The Secretary of State for Housing, Communities and Local Government (as was) has lost a case in the Court of Appeal over whether a planning inspector was wrong to refuse to impose conditions on a grant of planning permission on the ground that they were unnecessary.
In Manchester City Council v Secretary of State for Housing, Communities and Local Government  EWCA Civ 1920 3 Grandale Road was a two storey dwelling house and in October 2019 Manchester served an enforcement notice that said it had without planning permission been converted to four commercial units operating as a travel agent (Class A1), 2 x couriers' offices (Class B1) and therapy/medical room (Class D1).
Two recipients of the notices appealed. Manchester opposed this, arguing it should be restored as a dwelling but if planning permission were to be granted it should be subject to a number of conditions concerning its use.
The inspector though granted planning permission for a mixed use of the property as a whole.
Defending the inspector’s decision, the Secretary of State argued the mixed use did not benefit from the changes in use permitted by section 55 (2) (f) of the Town and Country Planning Act 1990 because, as a mixed use building, it did not fall within any class specified in the Use Classes Order.
The Secretary of State argued the inspector was right that conditions were unnecessary and when the case was in the High Court Julian Knowles J had impermissibly exercised his own planning judgment to decide whether there was one planning unit or multiple ones.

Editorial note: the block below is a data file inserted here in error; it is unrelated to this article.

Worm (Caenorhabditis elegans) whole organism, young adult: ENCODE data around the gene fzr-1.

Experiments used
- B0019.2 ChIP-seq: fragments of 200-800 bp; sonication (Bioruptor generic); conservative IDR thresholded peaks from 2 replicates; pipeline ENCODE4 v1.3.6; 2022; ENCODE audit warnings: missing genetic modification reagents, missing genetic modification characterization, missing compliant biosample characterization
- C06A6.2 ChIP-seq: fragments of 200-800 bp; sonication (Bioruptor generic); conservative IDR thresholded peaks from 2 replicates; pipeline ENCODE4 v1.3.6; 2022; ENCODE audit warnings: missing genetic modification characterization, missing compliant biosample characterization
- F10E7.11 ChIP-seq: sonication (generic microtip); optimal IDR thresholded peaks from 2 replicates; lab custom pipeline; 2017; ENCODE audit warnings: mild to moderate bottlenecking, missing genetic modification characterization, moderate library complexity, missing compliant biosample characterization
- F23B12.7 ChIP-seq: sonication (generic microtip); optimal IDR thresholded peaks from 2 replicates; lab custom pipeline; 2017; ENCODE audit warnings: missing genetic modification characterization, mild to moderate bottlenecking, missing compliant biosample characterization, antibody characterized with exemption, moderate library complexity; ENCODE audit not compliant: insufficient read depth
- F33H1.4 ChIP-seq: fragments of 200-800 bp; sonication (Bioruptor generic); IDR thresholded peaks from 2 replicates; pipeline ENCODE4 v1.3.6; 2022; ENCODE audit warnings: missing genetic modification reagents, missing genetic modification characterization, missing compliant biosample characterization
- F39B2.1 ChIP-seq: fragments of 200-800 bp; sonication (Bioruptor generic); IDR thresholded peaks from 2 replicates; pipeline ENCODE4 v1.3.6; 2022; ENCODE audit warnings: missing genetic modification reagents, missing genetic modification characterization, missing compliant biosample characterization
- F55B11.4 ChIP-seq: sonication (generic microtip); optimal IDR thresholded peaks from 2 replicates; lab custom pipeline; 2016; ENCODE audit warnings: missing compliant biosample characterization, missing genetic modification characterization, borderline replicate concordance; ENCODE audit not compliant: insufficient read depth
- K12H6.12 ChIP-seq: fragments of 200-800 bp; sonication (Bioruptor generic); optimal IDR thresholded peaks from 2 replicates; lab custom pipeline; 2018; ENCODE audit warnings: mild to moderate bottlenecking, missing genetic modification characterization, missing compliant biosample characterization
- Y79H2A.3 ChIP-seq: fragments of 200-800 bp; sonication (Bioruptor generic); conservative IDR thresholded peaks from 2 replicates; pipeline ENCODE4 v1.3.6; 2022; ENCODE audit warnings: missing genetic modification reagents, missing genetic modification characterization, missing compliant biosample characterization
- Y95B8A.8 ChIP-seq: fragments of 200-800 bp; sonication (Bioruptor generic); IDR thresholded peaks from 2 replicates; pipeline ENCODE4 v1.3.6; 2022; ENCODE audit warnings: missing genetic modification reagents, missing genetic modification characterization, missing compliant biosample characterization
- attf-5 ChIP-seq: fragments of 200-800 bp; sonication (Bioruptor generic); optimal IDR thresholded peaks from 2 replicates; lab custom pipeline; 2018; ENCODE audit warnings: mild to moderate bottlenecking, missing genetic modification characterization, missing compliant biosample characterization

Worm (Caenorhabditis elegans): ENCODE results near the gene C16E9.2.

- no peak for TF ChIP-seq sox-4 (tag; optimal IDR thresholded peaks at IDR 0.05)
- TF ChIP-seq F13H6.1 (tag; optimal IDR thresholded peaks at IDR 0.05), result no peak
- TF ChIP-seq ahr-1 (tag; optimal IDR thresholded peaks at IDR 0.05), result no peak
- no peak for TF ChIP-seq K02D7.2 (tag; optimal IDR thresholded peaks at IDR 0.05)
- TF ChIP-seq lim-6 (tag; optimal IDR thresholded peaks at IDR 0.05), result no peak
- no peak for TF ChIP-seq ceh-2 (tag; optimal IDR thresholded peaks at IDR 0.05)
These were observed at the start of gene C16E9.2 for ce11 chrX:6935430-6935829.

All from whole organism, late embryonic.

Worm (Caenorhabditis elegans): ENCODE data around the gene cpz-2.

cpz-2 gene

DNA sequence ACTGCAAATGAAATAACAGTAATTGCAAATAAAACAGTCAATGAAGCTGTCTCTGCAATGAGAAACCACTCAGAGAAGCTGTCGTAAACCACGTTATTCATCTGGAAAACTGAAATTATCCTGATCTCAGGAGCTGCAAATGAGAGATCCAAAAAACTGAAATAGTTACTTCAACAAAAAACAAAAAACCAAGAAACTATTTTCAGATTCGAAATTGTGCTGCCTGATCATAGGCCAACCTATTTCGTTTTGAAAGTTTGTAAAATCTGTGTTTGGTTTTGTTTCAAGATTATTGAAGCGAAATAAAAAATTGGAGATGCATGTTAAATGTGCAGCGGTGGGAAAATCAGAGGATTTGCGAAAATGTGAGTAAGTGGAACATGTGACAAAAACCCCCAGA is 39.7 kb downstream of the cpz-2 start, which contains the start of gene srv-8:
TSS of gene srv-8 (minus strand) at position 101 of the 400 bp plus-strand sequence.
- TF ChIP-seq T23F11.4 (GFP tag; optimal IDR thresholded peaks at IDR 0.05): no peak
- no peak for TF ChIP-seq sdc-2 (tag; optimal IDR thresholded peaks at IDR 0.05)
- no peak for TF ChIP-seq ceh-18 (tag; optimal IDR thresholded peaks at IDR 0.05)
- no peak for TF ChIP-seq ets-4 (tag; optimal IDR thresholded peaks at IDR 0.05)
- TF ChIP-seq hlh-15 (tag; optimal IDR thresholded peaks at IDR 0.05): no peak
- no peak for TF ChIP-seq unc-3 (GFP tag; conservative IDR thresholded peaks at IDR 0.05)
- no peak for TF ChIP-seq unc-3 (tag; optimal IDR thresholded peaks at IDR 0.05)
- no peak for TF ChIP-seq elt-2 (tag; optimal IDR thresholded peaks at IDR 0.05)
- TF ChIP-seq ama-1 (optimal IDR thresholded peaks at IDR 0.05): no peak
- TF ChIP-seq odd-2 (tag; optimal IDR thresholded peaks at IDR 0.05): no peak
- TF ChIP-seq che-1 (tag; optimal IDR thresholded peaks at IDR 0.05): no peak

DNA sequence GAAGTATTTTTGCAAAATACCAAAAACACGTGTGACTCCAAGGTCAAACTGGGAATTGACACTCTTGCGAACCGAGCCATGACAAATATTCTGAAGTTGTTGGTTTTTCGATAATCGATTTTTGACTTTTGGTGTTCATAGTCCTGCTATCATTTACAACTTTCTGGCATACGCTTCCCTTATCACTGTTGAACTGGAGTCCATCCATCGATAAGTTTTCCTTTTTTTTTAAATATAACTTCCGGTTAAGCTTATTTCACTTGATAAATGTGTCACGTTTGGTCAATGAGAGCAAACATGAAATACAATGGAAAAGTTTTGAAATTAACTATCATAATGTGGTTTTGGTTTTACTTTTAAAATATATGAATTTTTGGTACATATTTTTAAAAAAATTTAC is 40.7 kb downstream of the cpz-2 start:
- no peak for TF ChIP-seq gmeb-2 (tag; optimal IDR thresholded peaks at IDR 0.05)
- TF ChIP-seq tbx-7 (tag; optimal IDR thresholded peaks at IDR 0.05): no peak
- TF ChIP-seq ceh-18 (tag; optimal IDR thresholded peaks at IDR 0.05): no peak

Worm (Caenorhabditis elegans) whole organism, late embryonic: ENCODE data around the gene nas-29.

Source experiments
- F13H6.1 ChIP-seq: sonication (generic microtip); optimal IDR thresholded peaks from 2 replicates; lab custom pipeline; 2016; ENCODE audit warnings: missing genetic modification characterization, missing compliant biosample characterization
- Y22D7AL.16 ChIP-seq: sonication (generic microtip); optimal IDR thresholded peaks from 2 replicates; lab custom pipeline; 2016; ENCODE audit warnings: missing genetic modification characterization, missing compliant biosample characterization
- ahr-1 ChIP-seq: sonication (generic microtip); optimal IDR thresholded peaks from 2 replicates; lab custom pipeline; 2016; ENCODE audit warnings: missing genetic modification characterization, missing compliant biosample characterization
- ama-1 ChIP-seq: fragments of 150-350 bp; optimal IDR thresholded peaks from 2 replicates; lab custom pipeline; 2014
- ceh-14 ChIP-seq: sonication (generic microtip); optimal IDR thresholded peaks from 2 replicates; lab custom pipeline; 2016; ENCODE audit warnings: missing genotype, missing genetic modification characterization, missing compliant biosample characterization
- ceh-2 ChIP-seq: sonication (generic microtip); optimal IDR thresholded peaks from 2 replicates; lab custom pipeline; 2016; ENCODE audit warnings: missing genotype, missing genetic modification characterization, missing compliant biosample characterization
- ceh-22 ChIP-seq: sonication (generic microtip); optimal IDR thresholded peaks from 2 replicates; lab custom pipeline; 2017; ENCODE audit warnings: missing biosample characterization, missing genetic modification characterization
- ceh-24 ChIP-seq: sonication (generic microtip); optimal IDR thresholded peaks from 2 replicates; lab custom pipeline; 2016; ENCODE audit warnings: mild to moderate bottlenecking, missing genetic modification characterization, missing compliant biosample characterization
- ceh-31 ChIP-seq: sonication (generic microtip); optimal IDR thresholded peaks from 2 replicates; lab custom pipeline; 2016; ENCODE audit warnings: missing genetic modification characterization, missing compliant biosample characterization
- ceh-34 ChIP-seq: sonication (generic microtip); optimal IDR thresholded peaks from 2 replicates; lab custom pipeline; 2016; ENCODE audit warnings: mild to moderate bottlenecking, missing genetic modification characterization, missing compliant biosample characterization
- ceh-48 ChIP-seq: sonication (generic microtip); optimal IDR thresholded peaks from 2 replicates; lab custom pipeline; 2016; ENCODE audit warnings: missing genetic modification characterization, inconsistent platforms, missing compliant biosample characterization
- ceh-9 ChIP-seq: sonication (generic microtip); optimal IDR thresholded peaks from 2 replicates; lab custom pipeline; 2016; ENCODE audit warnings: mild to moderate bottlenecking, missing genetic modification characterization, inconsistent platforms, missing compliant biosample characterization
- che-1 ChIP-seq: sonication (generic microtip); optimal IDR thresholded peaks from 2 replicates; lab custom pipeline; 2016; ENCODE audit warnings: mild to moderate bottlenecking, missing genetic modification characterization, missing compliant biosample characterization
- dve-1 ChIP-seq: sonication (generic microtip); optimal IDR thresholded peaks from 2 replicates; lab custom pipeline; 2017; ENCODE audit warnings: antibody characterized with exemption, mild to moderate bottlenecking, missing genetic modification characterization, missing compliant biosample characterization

Lewison LJ said: “The key point, to my mind, is the inconsistency between the proposition that a mixed use of a single planning unit does not fall within any use class, and both the inspector's reference to ‘four commercial units’ and also his description of the uses of each unit by reference to a use class. These statements cannot, in my judgment, sensibly co-exist.”
He found the inspector had wrongly concluded that conditions limiting further changes of use were unnecessary.
Julian Knowles J had found the inspector's decision was ambiguous and did not directly state whether the four business rooms were individual planning units and held "the only rational conclusion" was that each of the four rooms amounted to an individual planning unit.
“It is perfectly true, as the Secretary of State submits, that matters of planning judgment are for the decision maker and not for the court,” Lewison LJ said.
“But the decision maker must exercise that planning judgment on a correct legal basis.“
Julian Knowles J’s decision had been that the inspector erred in law and was not an exercise of planning judgment by the judge.